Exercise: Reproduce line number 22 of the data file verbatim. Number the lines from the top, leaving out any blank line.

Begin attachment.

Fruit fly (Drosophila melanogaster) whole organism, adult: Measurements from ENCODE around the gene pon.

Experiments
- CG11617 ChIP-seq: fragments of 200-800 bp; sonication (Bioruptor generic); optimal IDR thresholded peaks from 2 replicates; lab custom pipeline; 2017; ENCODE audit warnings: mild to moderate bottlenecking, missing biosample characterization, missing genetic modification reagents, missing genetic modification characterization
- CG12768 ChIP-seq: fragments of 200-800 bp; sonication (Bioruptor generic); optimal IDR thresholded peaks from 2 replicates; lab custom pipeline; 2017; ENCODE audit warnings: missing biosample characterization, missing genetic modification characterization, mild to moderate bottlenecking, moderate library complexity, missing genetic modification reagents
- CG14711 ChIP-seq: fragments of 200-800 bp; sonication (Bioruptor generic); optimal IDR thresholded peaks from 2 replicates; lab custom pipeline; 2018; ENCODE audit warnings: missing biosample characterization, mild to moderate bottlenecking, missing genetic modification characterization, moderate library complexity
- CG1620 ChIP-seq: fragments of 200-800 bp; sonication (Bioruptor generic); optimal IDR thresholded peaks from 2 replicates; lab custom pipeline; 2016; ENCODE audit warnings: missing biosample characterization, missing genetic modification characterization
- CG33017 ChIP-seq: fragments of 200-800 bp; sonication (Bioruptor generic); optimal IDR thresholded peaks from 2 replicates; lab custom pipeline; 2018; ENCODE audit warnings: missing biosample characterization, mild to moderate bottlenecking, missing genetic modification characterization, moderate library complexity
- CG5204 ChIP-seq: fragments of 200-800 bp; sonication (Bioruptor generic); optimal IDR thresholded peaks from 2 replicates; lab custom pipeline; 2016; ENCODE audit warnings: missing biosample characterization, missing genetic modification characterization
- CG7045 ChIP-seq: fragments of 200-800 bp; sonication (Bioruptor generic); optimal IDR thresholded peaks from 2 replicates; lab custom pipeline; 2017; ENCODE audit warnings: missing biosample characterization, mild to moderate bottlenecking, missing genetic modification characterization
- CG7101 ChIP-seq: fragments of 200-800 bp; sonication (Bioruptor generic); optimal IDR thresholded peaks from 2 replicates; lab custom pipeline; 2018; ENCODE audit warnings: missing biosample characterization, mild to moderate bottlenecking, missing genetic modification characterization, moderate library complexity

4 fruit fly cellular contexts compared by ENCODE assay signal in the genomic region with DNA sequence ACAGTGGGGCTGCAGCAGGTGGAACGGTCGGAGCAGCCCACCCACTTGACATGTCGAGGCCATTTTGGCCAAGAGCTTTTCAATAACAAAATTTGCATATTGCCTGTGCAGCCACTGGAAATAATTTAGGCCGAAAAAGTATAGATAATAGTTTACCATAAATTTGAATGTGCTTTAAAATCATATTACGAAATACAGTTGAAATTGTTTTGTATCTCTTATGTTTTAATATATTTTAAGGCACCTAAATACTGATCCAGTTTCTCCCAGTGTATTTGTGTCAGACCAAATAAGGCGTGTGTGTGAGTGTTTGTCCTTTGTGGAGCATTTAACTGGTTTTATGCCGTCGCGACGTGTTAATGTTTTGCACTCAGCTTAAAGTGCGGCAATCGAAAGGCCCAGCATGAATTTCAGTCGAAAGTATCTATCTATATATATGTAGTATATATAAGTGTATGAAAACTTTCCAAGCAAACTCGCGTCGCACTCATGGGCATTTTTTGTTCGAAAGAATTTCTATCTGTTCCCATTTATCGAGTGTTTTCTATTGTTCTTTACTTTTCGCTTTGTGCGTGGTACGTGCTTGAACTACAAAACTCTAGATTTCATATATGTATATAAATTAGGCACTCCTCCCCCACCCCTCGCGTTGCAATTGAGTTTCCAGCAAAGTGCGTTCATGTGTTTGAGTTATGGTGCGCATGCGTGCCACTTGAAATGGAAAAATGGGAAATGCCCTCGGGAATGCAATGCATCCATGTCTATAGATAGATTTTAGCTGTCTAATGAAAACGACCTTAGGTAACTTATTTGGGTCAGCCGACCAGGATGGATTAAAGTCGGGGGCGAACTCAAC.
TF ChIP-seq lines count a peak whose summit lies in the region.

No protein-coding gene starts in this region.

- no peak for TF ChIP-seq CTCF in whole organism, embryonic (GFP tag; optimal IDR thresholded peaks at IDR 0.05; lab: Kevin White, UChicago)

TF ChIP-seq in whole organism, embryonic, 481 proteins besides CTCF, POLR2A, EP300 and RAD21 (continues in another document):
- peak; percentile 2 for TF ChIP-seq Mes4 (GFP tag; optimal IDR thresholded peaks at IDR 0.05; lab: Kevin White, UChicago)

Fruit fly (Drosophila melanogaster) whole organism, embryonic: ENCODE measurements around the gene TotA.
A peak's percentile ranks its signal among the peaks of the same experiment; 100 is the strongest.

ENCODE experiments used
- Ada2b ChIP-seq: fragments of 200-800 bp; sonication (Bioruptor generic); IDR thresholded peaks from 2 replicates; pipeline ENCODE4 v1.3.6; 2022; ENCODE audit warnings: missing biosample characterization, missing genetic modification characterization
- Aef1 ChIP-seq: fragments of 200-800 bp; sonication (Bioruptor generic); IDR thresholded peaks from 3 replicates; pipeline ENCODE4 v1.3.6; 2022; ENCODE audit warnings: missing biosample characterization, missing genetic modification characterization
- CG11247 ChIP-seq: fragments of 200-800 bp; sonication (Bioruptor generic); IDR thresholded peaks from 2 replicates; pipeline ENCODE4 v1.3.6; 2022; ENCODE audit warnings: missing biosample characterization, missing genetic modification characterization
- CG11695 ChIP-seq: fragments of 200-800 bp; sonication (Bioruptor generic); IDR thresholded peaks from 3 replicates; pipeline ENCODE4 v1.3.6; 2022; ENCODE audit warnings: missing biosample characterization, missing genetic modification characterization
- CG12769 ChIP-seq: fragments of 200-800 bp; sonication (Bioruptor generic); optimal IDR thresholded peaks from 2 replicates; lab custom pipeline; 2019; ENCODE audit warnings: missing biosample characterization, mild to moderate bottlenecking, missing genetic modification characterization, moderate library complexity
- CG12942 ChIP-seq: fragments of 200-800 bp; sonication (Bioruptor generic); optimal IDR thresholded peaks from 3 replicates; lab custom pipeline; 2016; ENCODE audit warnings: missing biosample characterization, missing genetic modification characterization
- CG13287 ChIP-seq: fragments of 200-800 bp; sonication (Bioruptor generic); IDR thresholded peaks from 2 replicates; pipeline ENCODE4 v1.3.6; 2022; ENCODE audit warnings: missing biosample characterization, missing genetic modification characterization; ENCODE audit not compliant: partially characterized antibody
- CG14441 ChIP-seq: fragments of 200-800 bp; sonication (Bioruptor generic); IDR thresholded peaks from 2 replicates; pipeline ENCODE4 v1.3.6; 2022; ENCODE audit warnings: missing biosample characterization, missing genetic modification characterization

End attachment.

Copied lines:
- CG11247 ChIP-seq: fragments of 200-800 bp; sonication (Bioruptor generic); IDR thresholded peaks from 2 replicates; pipeline ENCODE4 v1.3.6; 2022; ENCODE audit warnings: missing biosample characterization, missing genetic modification characterization